Down By The River

I just finished reading a great bio about one of the giants in music.


There’s a new book about Johnny Cash called “The Life”, written by Robert Hilburn. I’m generally skeptical about bios because they can seem glossy and edited. I find them to be advertisements, rather than a true glimpse into what the subject was really like. This book does the opposite. It reveals the warts, the worries, the anxiety, the fear, the mistakes, the redemption. It makes you connect with Johnny Cash as the man he was, with no gloss, no edits. It gets under his, and your, skin.

He was imperfect – infidelities, drugs, jail time, missed concert dates, a distant father, troubled friendships, troubled business. But he was also a man of great caring and kindness, of deep faith and conviction. He hated confrontation, but always pushed to do things his way; made mistakes as an artist, but always persevered with more work; loved the ones in his life with all his heart, but hurt them along the way.

Here is a man who layed down some of the greatest tracks of all time – Folsom Prison Blues, I Walk the Line, Hurt – but he still felt lost and alone, in a constant state of doubt and worry about himself as an artist, himself as a human and even about money. In between the lines of the book, you can feel this pain, sense his trepidation and delve into the mental state of Johnny Cash:  a paradox in many ways, in a constant state of finding and re-creating himself.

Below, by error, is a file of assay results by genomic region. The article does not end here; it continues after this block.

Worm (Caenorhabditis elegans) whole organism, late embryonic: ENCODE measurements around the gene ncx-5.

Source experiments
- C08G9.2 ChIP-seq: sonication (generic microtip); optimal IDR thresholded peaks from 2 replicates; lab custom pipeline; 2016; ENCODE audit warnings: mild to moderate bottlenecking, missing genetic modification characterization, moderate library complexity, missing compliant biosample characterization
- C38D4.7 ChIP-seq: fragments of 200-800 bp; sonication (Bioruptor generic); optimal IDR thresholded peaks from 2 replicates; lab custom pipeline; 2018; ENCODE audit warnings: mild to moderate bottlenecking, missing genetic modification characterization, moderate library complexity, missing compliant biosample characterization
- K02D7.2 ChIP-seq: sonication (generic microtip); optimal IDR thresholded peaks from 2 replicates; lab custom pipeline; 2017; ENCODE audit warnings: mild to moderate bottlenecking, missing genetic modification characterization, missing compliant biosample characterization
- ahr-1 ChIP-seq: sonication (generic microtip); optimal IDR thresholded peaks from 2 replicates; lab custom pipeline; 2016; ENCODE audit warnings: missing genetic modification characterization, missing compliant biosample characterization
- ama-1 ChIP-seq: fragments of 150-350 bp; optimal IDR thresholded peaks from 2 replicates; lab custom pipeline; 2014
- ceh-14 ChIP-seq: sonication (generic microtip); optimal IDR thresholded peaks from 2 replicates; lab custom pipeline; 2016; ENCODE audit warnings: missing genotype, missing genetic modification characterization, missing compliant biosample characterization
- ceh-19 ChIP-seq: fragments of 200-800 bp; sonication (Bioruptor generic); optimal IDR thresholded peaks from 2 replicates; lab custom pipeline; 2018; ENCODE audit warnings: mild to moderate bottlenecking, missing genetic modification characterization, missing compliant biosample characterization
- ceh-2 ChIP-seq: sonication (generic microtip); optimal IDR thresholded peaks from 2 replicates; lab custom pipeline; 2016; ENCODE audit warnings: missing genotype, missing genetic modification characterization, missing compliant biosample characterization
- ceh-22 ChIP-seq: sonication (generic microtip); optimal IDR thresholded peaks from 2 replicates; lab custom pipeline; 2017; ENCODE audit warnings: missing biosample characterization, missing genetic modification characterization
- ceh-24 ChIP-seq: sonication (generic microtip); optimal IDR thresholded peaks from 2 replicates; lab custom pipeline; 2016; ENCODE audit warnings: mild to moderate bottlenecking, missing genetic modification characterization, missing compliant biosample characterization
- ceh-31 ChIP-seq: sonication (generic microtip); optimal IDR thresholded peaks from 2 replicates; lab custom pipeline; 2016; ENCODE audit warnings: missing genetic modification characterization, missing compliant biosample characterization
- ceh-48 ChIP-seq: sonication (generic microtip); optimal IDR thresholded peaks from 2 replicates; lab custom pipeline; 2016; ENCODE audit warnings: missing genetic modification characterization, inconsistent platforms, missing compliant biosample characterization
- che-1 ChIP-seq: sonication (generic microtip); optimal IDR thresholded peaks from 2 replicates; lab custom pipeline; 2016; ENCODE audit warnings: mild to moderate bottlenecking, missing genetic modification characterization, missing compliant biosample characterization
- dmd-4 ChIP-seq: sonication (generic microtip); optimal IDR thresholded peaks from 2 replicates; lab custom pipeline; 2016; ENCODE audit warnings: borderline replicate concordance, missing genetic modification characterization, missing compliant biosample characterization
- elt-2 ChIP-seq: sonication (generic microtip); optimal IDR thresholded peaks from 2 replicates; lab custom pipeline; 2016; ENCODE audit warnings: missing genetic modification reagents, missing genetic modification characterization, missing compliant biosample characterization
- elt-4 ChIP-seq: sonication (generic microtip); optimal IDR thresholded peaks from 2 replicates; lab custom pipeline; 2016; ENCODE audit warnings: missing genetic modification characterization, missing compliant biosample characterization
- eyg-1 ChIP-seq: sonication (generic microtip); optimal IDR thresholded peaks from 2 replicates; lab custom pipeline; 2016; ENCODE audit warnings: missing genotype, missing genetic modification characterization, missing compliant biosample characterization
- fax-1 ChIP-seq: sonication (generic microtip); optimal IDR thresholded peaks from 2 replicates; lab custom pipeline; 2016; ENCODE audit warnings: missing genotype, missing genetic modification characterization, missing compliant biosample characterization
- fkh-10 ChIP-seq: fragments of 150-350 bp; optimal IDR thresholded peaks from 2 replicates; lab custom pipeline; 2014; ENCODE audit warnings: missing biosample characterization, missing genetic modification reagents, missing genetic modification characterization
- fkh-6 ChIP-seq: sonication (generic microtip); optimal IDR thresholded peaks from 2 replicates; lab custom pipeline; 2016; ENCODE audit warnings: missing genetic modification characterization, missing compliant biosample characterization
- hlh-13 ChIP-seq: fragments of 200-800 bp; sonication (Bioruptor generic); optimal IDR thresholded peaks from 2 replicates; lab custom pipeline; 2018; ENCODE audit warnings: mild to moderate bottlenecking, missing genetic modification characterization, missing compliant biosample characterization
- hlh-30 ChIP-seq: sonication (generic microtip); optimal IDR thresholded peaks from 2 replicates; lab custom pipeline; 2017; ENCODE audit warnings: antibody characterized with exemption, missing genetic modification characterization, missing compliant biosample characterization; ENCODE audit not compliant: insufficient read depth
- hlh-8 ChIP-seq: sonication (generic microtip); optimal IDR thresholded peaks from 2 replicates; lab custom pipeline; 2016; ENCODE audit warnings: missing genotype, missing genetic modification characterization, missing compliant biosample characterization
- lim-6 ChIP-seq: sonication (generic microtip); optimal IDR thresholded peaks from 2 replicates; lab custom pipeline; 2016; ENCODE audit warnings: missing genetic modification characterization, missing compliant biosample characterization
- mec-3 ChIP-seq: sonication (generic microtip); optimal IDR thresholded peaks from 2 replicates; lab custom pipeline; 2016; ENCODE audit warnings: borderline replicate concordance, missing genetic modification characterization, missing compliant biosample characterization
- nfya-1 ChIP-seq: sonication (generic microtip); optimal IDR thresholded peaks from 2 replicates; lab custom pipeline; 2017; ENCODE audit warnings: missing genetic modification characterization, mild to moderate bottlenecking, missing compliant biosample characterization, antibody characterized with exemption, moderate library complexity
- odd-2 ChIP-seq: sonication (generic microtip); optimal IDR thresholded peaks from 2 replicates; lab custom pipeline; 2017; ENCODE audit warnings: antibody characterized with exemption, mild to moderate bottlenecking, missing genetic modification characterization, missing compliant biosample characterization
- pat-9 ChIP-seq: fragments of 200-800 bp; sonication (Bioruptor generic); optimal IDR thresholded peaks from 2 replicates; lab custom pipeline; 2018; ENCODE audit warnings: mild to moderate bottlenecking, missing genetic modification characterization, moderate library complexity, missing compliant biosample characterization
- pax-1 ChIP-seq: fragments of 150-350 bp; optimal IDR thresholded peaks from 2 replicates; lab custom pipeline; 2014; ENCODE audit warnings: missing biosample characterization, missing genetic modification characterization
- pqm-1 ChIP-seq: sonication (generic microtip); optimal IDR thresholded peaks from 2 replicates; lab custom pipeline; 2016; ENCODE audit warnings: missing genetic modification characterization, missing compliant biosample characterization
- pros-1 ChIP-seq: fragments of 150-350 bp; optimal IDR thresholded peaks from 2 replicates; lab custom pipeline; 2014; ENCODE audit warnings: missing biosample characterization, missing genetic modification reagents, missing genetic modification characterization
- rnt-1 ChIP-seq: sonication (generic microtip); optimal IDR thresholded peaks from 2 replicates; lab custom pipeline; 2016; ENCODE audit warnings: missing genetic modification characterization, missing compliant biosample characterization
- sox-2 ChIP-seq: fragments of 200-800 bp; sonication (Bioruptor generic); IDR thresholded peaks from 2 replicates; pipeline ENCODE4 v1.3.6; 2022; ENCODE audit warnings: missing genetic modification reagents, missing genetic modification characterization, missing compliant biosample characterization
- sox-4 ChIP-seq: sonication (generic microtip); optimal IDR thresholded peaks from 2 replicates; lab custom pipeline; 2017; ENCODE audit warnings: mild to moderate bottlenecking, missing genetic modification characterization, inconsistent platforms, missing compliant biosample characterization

This is what I found so invigorating about the story, his growth as a person, as an artist and his evolution of being. It’s bloody inspiring and downright cool.

His life reads like one of his songs, marching like a freight train carrying a load. It’s well worth the journey.

Thanks for reading, see you next time.

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